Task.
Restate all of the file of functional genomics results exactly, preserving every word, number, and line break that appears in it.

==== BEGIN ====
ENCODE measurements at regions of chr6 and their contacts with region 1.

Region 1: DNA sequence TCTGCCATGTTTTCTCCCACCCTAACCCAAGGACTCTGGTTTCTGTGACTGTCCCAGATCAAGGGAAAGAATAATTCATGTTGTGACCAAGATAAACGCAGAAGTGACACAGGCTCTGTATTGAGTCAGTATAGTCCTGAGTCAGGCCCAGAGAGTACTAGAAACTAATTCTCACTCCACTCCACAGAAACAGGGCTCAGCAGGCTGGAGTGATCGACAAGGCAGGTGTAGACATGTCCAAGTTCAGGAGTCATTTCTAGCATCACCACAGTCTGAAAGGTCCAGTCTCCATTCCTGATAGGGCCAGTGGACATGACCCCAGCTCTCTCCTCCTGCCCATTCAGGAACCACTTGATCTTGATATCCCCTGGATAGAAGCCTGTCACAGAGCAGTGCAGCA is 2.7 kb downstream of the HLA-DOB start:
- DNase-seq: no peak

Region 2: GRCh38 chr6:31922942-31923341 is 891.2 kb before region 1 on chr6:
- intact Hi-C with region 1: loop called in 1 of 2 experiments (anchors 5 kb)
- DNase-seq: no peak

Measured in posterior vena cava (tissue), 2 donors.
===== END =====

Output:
ENCODE measurements at regions of chr6 and their contacts with region 1.

Region 1: DNA sequence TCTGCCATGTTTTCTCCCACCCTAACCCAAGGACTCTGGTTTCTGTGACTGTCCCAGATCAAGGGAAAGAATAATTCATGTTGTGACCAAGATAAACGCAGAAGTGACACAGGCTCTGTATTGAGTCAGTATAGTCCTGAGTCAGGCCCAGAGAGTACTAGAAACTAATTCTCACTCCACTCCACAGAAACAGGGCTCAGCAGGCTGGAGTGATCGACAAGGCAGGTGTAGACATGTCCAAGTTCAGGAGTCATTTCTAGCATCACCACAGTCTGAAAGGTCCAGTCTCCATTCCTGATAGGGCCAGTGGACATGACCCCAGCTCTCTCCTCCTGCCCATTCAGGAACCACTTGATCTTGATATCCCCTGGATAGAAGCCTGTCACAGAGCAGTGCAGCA is 2.7 kb downstream of the HLA-DOB start:
- DNase-seq: no peak

Region 2: GRCh38 chr6:31922942-31923341 is 891.2 kb before region 1 on chr6:
- intact Hi-C with region 1: loop called in 1 of 2 experiments (anchors 5 kb)
- DNase-seq: no peak

Measured in posterior vena cava (tissue), 2 donors.